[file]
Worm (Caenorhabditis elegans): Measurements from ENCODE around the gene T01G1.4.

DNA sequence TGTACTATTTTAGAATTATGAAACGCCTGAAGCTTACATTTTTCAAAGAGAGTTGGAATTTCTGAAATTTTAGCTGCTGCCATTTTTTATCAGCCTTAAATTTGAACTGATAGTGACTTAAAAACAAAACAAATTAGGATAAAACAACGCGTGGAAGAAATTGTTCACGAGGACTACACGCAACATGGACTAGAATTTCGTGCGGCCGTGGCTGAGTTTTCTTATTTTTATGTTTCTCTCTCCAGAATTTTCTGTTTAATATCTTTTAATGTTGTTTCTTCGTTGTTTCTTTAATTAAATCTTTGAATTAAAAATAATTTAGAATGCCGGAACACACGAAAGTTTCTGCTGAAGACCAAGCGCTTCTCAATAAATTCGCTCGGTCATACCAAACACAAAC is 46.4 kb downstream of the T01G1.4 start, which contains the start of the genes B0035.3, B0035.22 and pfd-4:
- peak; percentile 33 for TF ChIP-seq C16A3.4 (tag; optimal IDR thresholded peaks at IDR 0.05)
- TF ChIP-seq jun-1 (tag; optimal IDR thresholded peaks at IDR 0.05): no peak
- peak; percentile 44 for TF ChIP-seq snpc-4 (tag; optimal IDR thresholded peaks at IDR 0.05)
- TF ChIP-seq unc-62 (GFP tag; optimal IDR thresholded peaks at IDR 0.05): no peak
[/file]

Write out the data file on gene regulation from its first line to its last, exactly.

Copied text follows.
Worm (Caenorhabditis elegans): Measurements from ENCODE around the gene T01G1.4.

DNA sequence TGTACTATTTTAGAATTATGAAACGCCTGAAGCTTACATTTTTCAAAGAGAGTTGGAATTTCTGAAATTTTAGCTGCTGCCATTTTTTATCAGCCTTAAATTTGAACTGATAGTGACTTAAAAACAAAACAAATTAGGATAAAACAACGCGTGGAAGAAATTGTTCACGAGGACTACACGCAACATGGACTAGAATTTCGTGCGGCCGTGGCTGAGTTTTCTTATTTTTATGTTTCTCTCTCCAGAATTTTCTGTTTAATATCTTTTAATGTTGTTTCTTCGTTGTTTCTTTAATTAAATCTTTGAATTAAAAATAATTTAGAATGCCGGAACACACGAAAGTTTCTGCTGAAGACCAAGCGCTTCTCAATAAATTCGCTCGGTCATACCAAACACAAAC is 46.4 kb downstream of the T01G1.4 start, which contains the start of the genes B0035.3, B0035.22 and pfd-4:
- peak; percentile 33 for TF ChIP-seq C16A3.4 (tag; optimal IDR thresholded peaks at IDR 0.05)
- TF ChIP-seq jun-1 (tag; optimal IDR thresholded peaks at IDR 0.05): no peak
- peak; percentile 44 for TF ChIP-seq snpc-4 (tag; optimal IDR thresholded peaks at IDR 0.05)
- TF ChIP-seq unc-62 (GFP tag; optimal IDR thresholded peaks at IDR 0.05): no peak